There is a particular philosophy of homeschooling often referred to as “unschooling” which shares many similarities with our community model. John Holt was its best known proponent and his writings have been invaluable to us in helping to explain just how learning can happen without in fact any formal teaching and why on earth a child might choose to learn arithmetic or some other supposedly dreadful subject.
Unschoolers believe, as we do, that children are born curious about the world and eager to
succeed in life and that kids learn best through
experience and experimentation rather than by being told how and what to think. In the words of John Holt: “Real learning is a process of discovery and if we want it to happen, we must create the kinds of conditions in which discoveries are made. . . they include time, freedom and a lack of pressure.”
But here's the difference: Unschoolers for the most part, see the family environment as the best place for children to grow; while our community model believes that, as the African proverb states, “It takes a village to raise a child.” 
We believe that children and parents have complex relationships and interdependencies which make it sometimes harder for children to discover true independence from within the family home.  In the environment of our community, children face direct personal responsibility for their actions without the emotional baggage that purely parent-based accountability can sometimes carry.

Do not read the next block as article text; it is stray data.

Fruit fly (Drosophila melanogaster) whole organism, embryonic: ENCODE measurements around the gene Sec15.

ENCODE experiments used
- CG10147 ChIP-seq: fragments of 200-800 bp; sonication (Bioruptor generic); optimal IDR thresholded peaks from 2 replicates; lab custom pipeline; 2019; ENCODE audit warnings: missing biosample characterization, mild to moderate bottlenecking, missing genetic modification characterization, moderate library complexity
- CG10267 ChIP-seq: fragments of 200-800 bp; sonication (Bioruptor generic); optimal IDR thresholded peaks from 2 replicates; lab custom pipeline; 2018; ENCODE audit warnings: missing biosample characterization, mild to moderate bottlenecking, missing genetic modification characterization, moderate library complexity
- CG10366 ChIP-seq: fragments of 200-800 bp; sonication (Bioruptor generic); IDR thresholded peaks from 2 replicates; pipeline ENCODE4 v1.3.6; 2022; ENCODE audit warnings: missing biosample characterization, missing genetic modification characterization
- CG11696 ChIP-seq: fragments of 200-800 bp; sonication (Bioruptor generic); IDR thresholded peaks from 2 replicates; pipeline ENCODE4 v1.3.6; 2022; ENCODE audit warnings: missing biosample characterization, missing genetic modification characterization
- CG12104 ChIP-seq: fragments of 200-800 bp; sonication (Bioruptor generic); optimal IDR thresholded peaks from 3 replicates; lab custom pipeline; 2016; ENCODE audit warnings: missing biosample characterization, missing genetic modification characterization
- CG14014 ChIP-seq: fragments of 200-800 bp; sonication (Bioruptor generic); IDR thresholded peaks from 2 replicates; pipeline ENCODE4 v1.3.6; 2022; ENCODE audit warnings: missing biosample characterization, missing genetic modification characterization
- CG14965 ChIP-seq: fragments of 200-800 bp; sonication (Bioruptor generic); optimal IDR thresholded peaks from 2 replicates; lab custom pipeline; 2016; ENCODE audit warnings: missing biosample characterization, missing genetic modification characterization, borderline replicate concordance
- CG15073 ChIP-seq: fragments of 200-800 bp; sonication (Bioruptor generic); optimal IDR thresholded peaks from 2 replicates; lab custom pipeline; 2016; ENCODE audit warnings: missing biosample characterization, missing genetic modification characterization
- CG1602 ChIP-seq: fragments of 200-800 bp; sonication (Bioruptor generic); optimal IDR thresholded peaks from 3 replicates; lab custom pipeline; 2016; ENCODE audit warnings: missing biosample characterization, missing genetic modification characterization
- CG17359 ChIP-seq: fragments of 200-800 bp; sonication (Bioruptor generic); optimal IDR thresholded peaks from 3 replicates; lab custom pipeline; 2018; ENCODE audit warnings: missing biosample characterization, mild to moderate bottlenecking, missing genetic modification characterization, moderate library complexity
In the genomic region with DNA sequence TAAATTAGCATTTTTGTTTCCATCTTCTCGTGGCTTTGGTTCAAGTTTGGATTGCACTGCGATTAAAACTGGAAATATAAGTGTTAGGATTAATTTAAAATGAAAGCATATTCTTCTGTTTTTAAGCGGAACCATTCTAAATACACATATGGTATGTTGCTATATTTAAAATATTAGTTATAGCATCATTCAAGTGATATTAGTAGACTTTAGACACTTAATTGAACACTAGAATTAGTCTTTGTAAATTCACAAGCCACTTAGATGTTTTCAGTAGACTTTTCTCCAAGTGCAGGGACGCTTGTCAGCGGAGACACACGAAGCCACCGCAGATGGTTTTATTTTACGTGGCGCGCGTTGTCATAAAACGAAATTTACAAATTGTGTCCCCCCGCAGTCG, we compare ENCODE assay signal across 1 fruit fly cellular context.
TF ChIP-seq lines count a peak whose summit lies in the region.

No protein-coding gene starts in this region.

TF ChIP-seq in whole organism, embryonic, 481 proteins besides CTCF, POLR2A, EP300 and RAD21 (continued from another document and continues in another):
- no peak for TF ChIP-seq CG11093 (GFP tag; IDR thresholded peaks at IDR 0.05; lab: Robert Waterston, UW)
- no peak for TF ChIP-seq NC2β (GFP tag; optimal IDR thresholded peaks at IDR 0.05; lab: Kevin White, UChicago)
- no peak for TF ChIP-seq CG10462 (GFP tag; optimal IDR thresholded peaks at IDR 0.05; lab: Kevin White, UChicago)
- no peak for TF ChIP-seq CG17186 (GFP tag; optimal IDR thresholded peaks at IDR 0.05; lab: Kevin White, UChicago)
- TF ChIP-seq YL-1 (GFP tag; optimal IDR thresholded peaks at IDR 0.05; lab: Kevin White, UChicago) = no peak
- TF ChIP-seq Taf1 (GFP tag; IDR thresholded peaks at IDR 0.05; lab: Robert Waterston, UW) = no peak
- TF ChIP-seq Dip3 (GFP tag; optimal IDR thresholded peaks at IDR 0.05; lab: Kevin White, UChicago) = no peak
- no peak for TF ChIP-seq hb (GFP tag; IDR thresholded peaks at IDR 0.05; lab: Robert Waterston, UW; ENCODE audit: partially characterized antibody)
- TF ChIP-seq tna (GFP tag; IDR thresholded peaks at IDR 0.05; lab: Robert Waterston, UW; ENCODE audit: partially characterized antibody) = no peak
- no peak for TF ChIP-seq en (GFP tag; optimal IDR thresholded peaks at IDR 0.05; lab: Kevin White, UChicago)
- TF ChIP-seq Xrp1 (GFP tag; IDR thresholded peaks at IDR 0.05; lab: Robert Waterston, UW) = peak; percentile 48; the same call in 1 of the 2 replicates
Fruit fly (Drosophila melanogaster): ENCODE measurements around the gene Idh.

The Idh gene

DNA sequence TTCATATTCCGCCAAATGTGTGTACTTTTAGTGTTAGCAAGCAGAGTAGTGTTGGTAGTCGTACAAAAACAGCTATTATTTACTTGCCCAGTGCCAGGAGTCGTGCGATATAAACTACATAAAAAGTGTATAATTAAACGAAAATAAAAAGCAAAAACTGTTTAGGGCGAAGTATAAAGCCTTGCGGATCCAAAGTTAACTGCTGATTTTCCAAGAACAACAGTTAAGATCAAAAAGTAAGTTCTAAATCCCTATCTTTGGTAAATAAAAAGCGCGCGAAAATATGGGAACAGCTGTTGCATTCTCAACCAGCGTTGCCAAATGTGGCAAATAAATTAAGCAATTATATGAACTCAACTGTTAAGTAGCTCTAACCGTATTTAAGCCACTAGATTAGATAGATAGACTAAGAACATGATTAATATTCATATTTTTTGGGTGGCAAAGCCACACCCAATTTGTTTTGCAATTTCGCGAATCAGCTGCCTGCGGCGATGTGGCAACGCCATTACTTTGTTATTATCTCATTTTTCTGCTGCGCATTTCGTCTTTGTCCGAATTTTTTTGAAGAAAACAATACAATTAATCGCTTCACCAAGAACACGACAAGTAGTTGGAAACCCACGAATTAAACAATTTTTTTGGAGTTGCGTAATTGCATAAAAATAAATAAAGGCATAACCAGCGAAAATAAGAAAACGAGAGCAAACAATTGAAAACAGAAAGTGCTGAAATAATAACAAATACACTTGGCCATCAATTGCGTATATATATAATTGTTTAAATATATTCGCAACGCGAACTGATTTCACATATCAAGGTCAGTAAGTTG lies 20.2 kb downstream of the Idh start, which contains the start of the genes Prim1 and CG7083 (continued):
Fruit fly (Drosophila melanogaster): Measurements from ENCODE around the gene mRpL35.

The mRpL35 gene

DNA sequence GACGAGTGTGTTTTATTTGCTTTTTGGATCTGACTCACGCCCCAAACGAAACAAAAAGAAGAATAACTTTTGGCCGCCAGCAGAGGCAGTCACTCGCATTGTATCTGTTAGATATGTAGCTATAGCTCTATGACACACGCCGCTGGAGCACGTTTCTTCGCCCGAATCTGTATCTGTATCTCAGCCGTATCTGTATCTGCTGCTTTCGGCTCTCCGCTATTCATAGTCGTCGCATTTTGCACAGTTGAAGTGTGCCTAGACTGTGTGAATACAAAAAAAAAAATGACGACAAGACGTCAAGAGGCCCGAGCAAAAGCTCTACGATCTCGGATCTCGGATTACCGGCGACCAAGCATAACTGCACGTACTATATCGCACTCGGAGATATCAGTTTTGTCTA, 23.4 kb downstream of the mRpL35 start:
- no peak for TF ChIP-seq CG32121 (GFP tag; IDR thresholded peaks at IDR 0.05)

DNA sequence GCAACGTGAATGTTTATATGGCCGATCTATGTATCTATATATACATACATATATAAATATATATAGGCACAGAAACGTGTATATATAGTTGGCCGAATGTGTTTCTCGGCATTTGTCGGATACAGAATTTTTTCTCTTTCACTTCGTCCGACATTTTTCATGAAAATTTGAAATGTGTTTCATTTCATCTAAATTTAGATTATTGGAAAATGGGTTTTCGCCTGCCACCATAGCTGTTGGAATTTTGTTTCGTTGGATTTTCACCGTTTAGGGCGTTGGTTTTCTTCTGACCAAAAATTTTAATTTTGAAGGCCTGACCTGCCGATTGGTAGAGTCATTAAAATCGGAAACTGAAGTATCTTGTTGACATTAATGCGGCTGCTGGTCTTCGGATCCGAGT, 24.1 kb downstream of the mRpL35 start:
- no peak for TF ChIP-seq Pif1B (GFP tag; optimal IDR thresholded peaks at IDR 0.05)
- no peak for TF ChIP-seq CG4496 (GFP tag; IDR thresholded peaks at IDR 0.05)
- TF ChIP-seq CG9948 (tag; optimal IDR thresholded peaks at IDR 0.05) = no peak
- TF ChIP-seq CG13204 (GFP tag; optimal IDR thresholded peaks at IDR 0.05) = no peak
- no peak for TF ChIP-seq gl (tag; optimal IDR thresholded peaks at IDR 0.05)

In addition, children are more able to develop some important social skills in a democratic model — the ability to tolerate diversity of opinion among the adults and their peers within the community, to speak out against inappropriate behaviour and to develop and carry out group projects, for example. In most home-educating families the parent sees him or herself as ultimately responsible for the child’s education, while in our community that responsibility rests not all but mainly with the child.
And that's the main difference between home-educating and our community model...  We understand that neither one is better than the other and all families and children are different and so each will prefer a different learning environment.   Some will be happy purely home-educating and attending groups as and when they are arranged whereas others will be happy with a regular structured meet up in place with a known community such as at Rochford House.  
Kids Blowing Bubbles
Happy Kids with Books




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